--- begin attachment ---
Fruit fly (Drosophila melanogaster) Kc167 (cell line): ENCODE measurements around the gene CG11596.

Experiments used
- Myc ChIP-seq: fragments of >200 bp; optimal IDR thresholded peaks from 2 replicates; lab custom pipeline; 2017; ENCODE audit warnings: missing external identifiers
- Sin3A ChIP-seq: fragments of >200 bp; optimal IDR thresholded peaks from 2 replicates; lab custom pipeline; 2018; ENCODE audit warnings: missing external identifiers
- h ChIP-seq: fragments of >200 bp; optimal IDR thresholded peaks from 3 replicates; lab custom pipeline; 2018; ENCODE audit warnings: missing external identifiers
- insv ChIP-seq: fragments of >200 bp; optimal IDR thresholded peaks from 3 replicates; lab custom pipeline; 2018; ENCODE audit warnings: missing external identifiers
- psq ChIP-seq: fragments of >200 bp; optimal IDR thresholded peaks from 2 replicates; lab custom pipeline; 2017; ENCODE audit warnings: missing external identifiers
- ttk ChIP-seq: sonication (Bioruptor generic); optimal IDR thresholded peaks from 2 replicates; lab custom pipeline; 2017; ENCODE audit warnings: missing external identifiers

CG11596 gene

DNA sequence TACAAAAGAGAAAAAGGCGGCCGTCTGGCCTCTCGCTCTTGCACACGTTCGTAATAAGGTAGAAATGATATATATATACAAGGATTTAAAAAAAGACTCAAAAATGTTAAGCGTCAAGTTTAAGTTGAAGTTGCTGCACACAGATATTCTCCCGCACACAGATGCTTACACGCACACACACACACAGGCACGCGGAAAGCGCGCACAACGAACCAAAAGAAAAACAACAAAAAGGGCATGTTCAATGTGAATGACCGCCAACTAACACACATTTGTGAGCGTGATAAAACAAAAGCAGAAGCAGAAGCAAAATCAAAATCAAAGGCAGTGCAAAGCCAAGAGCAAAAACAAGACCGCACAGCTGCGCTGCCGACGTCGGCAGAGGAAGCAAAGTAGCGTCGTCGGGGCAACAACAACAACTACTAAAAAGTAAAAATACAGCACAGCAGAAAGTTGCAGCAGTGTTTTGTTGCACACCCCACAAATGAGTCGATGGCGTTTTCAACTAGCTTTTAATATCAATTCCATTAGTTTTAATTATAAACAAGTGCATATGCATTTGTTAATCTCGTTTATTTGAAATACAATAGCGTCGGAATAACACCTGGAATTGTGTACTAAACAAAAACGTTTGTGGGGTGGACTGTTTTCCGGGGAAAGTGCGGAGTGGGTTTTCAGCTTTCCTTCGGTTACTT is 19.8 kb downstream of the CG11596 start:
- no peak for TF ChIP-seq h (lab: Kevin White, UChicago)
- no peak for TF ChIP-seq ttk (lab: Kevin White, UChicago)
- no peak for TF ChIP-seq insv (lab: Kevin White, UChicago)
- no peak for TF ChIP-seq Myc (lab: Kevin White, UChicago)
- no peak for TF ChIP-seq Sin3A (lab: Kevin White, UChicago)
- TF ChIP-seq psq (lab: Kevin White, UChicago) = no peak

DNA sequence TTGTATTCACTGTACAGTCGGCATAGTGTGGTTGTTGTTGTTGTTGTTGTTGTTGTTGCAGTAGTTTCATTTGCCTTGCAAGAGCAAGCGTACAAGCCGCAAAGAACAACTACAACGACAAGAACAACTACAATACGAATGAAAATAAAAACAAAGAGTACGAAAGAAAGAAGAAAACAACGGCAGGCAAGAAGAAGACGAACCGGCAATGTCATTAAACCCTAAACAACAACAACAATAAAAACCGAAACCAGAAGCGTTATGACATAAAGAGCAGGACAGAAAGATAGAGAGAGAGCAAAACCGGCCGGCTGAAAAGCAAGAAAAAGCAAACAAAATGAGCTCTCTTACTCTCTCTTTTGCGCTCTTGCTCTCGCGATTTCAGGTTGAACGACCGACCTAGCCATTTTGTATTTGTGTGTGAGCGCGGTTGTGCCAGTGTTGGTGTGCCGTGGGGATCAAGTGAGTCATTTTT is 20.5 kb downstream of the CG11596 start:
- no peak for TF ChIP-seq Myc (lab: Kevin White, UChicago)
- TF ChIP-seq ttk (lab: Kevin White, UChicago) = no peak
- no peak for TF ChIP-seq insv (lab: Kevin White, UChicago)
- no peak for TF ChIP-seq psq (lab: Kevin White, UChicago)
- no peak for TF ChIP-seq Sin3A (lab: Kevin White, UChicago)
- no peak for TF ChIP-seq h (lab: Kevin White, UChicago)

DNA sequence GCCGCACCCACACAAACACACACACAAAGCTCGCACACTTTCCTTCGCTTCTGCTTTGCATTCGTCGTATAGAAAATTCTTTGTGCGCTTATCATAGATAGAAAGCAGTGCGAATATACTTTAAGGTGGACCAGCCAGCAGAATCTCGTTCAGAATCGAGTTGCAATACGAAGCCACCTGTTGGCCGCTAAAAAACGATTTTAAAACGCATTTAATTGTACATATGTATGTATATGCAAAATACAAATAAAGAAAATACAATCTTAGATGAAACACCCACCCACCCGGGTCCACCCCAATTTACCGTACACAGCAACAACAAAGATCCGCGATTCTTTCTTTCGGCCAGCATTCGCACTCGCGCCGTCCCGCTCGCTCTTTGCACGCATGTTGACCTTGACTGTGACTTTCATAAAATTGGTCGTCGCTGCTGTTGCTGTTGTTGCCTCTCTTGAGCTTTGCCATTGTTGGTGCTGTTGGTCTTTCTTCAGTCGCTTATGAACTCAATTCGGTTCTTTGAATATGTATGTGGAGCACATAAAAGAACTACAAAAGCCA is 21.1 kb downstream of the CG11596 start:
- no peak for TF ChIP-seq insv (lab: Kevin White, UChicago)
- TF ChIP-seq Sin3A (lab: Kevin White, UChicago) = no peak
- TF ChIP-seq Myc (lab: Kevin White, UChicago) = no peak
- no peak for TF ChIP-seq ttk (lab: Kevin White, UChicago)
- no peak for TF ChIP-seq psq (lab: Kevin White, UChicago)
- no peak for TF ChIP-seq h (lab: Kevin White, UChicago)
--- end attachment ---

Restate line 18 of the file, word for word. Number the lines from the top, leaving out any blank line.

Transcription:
- no peak for TF ChIP-seq Myc (lab: Kevin White, UChicago)